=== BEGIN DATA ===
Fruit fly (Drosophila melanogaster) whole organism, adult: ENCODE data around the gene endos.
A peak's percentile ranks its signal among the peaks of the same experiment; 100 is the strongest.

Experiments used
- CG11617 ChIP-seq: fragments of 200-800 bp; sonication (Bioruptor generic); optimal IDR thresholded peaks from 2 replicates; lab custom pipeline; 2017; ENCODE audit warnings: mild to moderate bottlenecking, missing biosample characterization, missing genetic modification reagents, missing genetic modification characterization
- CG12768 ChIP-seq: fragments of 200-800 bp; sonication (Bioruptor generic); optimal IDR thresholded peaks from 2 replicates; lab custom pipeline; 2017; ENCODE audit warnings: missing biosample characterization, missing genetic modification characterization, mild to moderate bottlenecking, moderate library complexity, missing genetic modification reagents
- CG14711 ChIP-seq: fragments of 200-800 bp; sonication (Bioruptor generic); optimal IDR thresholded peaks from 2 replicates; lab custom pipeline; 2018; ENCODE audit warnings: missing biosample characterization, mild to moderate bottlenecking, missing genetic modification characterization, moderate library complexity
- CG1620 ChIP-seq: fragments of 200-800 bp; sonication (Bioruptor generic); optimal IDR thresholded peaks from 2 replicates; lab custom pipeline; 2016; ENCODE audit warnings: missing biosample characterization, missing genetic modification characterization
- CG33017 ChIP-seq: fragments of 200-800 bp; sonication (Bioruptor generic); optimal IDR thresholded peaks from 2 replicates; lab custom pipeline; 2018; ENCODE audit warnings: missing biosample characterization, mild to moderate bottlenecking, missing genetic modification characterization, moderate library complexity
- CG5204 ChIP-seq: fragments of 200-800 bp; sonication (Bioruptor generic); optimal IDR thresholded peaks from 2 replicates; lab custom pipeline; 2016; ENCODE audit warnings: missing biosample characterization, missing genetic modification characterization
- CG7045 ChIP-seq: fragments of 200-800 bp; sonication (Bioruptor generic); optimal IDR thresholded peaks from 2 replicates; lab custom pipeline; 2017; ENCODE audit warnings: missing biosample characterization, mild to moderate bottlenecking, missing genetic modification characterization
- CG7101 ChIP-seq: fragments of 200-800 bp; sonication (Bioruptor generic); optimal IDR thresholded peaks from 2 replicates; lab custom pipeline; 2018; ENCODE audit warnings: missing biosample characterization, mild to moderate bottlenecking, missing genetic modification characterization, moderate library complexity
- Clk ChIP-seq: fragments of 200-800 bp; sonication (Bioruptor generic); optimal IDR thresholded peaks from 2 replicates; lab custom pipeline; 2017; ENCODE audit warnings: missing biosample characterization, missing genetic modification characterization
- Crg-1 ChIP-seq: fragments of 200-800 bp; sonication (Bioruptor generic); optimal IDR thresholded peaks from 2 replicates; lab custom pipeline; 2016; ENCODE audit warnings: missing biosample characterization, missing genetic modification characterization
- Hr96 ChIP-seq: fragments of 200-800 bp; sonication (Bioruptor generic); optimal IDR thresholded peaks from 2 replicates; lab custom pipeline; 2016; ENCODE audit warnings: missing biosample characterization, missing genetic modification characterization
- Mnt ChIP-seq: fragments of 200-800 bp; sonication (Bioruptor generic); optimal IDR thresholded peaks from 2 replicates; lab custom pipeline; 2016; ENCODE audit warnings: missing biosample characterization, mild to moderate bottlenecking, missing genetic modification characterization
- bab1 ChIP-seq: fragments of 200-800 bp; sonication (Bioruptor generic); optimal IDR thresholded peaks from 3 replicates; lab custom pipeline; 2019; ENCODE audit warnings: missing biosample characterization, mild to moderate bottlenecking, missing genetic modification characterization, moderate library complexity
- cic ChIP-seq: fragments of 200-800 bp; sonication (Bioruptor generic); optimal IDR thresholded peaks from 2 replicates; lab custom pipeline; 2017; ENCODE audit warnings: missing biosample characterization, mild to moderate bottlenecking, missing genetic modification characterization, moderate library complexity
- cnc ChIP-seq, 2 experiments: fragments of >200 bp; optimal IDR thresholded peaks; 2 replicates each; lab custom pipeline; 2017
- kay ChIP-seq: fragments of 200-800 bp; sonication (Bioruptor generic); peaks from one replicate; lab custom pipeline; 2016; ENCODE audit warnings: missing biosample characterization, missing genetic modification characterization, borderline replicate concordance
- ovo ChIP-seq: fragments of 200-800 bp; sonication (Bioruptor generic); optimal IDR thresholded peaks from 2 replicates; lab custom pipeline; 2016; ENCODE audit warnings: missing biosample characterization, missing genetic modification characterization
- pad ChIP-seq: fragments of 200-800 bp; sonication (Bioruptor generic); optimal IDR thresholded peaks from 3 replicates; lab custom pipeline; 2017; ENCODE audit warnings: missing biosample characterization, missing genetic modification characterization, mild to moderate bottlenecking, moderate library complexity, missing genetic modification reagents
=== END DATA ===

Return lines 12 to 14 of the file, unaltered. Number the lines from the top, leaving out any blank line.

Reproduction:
- Clk ChIP-seq: fragments of 200-800 bp; sonication (Bioruptor generic); optimal IDR thresholded peaks from 2 replicates; lab custom pipeline; 2017; ENCODE audit warnings: missing biosample characterization, missing genetic modification characterization
- Crg-1 ChIP-seq: fragments of 200-800 bp; sonication (Bioruptor generic); optimal IDR thresholded peaks from 2 replicates; lab custom pipeline; 2016; ENCODE audit warnings: missing biosample characterization, missing genetic modification characterization
- Hr96 ChIP-seq: fragments of 200-800 bp; sonication (Bioruptor generic); optimal IDR thresholded peaks from 2 replicates; lab custom pipeline; 2016; ENCODE audit warnings: missing biosample characterization, missing genetic modification characterization